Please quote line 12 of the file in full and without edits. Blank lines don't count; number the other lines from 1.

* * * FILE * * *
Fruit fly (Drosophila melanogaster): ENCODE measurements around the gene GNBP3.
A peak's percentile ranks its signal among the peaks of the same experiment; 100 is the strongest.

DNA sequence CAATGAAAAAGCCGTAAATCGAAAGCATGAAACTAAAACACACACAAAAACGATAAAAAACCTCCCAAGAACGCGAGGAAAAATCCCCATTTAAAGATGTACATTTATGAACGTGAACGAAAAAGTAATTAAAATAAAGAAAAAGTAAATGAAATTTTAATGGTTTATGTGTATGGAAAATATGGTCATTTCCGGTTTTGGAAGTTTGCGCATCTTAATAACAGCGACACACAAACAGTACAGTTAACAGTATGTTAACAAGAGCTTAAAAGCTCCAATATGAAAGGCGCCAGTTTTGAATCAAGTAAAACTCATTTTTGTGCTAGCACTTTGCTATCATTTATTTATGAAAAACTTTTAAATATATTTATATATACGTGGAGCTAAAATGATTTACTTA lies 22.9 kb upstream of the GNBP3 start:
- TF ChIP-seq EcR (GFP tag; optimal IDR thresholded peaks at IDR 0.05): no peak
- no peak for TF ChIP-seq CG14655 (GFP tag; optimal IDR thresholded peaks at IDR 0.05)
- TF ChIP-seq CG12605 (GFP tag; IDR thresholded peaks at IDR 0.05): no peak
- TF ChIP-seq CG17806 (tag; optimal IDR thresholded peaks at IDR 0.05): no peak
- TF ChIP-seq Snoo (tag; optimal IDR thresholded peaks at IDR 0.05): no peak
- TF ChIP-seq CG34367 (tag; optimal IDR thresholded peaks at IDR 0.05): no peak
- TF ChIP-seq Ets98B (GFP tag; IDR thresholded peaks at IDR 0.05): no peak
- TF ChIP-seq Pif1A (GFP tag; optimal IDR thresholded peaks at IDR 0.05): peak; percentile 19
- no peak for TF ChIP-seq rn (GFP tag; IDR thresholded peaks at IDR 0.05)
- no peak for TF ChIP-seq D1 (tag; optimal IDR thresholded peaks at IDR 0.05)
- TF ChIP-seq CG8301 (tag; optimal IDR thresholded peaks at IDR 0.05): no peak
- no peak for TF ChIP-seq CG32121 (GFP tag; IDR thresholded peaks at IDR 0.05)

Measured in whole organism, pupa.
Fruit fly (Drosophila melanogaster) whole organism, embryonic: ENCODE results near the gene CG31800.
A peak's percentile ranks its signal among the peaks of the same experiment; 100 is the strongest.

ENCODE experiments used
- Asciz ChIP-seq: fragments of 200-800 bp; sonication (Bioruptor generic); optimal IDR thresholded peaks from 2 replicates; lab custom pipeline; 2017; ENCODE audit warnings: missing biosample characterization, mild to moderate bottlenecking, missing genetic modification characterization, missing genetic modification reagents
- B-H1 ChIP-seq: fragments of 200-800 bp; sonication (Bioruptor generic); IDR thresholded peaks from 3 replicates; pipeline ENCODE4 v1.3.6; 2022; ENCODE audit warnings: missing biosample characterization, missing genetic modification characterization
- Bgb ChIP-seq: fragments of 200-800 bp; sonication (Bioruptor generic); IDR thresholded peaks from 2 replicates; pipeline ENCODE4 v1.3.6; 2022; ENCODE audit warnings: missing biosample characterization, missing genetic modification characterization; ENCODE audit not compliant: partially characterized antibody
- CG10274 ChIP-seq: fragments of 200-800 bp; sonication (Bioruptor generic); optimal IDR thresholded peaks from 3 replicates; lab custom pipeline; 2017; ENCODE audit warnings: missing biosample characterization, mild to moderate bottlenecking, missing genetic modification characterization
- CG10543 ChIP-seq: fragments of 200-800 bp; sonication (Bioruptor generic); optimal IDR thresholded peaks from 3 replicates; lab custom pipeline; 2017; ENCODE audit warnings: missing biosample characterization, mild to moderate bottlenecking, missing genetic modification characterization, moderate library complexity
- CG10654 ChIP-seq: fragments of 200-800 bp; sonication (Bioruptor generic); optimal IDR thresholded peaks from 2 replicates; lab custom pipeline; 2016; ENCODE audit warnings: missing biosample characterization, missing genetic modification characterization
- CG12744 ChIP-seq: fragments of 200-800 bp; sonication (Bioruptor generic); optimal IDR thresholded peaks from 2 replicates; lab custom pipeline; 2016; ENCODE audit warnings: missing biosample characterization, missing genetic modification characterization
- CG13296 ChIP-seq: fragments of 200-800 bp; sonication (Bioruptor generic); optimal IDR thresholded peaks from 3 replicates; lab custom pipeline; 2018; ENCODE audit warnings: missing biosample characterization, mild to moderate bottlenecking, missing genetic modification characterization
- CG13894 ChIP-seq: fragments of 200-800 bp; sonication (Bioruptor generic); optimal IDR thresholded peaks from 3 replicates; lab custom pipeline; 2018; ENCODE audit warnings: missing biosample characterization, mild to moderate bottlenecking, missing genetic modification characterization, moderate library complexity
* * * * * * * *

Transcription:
- no peak for TF ChIP-seq rn (GFP tag; IDR thresholded peaks at IDR 0.05)